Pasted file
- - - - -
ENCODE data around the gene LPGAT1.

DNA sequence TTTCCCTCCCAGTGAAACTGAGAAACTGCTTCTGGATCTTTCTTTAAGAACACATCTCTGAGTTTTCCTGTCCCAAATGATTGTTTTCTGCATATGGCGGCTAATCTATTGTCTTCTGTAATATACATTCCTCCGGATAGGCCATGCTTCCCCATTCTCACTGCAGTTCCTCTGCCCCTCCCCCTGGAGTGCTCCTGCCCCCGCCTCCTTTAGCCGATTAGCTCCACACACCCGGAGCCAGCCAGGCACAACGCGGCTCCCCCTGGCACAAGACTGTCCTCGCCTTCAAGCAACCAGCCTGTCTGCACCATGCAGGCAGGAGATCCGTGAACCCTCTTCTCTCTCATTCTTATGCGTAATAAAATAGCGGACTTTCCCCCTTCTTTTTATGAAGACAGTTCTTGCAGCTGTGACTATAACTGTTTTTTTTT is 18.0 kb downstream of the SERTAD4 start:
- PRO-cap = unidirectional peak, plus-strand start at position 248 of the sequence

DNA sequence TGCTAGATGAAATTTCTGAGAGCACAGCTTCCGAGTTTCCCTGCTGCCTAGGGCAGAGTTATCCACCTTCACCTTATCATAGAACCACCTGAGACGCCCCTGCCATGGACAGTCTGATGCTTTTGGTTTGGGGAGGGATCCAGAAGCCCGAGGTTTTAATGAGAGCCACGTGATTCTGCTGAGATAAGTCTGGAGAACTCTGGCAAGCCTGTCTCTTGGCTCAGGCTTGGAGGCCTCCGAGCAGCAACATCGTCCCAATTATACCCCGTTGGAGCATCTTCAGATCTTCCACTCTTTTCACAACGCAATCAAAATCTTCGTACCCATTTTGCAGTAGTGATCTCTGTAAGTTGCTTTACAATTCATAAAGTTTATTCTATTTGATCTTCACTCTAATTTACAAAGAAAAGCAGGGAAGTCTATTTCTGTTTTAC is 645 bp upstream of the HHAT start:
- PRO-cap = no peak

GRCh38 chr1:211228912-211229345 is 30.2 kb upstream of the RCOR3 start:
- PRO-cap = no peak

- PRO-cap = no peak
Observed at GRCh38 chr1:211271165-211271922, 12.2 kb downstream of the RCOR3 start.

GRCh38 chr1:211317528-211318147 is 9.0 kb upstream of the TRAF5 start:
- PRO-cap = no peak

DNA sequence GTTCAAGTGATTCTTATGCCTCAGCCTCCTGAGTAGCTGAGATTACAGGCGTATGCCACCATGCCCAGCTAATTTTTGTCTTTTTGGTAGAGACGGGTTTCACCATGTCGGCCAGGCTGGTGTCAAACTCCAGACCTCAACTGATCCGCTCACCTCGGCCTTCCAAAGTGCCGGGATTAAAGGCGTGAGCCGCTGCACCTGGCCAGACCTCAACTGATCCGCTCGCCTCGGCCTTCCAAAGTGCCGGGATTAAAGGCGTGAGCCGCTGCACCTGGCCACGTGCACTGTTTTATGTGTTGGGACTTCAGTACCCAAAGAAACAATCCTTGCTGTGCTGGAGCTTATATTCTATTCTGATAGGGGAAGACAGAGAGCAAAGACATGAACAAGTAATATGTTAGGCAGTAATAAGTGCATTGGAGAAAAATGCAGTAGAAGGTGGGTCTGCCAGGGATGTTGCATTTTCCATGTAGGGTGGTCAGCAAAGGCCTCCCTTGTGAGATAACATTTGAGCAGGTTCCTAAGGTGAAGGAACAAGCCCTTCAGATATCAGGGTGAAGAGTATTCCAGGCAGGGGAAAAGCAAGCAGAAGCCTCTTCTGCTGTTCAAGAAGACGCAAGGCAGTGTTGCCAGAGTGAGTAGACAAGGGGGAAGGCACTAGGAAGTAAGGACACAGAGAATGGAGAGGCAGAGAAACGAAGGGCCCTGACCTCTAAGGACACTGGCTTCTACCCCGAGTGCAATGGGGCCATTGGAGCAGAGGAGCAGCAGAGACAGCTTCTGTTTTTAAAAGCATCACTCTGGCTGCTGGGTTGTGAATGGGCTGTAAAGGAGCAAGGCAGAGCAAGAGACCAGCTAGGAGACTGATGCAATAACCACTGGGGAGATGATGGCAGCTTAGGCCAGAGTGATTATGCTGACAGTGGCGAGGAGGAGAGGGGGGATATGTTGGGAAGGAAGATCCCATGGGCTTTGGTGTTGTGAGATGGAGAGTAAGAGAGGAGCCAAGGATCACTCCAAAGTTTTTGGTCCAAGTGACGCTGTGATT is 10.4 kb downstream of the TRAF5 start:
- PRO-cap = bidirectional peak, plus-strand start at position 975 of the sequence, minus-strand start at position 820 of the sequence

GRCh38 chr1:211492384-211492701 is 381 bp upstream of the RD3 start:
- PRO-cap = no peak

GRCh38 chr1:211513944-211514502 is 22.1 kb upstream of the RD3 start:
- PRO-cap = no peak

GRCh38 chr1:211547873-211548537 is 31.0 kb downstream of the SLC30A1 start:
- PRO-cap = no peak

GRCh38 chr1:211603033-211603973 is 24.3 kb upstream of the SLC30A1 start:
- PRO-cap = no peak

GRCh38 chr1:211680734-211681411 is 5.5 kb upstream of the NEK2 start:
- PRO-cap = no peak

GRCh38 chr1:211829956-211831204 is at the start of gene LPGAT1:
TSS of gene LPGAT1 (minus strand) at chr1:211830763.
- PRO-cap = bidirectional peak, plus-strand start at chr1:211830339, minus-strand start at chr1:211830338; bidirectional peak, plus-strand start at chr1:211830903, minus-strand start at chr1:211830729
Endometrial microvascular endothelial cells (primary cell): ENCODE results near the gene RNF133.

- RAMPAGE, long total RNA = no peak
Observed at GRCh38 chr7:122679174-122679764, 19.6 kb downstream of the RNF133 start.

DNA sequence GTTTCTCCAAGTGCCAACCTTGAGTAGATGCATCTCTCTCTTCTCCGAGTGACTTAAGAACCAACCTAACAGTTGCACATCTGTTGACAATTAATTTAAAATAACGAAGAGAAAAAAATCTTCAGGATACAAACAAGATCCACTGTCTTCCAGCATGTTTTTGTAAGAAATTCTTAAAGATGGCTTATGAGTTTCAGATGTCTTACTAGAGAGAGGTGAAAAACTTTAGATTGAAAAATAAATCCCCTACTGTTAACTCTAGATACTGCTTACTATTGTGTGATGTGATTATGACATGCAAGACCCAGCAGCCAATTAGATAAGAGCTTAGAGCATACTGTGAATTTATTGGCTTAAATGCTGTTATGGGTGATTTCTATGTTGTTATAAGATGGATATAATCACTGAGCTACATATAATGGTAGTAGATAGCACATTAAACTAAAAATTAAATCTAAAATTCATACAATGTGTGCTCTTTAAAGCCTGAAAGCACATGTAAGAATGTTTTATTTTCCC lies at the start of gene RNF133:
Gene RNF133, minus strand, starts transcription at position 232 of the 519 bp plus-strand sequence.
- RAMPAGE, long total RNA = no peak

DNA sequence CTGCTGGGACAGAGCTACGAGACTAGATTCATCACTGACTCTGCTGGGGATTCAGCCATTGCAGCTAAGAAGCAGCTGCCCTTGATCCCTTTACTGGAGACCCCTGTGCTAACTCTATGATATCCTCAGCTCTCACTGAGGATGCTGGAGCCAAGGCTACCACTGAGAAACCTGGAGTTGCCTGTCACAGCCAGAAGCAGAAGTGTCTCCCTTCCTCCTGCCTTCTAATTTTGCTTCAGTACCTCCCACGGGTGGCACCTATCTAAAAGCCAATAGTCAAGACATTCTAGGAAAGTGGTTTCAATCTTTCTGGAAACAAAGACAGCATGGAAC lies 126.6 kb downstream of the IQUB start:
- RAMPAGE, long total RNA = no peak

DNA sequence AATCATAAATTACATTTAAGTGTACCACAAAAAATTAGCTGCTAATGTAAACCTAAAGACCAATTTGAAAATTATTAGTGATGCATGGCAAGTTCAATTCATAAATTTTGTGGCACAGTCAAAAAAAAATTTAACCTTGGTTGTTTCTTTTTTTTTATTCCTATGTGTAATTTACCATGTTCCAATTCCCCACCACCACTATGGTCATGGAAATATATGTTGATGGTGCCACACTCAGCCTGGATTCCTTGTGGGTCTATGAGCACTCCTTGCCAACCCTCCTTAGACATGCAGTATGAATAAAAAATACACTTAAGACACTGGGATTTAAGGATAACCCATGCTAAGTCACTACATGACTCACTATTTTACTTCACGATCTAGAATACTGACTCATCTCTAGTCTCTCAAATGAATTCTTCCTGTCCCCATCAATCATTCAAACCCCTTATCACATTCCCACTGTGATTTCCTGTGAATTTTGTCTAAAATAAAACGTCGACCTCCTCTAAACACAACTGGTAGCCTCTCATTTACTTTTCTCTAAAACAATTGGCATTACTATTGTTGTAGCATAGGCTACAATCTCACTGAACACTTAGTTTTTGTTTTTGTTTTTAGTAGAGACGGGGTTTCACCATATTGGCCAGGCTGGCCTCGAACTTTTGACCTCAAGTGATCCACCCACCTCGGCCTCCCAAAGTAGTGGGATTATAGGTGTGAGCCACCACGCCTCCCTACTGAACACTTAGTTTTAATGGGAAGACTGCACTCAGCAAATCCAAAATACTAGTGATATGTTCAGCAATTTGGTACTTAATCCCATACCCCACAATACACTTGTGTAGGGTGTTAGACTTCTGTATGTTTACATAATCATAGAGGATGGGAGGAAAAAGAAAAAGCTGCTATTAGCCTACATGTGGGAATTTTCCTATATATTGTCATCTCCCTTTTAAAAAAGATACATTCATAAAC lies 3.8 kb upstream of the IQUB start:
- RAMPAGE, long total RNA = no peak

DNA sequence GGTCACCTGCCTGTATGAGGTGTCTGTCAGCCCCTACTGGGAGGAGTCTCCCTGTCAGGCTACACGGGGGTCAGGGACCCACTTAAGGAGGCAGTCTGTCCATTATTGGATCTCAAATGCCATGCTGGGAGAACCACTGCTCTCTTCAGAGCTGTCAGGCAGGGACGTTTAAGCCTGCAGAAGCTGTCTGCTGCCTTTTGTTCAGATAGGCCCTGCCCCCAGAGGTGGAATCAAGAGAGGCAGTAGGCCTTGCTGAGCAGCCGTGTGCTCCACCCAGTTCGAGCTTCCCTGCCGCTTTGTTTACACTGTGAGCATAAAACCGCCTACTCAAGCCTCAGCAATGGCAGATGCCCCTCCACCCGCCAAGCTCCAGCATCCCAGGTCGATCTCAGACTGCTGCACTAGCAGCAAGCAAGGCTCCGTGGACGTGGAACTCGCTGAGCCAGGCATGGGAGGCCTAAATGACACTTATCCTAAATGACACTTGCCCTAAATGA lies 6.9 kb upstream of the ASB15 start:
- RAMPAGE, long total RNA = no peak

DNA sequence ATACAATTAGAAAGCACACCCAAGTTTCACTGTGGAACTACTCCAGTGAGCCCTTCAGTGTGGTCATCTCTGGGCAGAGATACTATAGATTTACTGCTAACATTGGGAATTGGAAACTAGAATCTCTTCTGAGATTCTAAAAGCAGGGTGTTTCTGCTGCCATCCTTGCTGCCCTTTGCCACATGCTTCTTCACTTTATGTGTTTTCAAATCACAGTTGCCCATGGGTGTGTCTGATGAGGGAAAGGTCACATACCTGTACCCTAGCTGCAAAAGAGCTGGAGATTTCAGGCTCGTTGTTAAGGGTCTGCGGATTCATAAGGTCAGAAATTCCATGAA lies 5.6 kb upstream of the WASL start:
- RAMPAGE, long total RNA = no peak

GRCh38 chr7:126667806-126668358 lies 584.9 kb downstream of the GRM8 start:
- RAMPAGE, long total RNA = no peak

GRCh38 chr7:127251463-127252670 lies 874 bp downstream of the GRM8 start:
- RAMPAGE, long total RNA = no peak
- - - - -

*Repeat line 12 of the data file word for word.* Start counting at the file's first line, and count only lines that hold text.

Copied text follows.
DNA sequence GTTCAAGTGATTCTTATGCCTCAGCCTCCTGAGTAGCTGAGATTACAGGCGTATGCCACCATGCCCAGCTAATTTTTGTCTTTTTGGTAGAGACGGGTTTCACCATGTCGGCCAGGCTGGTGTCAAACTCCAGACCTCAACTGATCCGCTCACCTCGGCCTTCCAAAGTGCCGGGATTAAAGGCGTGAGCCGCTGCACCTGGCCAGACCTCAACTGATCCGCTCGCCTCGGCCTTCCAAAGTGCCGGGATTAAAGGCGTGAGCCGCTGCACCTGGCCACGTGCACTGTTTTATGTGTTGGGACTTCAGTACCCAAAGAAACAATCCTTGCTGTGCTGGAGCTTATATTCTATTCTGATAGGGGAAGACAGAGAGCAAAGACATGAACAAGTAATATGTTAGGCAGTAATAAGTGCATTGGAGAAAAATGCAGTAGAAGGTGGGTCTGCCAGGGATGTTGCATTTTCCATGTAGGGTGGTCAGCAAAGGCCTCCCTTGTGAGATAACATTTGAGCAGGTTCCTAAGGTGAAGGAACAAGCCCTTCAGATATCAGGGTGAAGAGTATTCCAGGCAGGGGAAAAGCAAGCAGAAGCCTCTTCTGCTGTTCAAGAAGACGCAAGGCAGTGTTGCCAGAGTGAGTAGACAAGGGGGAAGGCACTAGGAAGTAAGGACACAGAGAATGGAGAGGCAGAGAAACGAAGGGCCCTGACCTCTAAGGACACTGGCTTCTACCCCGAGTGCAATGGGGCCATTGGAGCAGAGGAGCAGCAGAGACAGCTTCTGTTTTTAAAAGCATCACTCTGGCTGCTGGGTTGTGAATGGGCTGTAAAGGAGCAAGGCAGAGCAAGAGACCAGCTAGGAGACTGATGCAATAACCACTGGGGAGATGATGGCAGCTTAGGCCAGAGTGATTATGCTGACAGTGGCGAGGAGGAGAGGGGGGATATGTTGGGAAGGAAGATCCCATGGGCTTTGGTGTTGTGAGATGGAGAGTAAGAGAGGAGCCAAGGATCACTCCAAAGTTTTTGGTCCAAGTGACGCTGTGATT is 10.4 kb downstream of the TRAF5 start: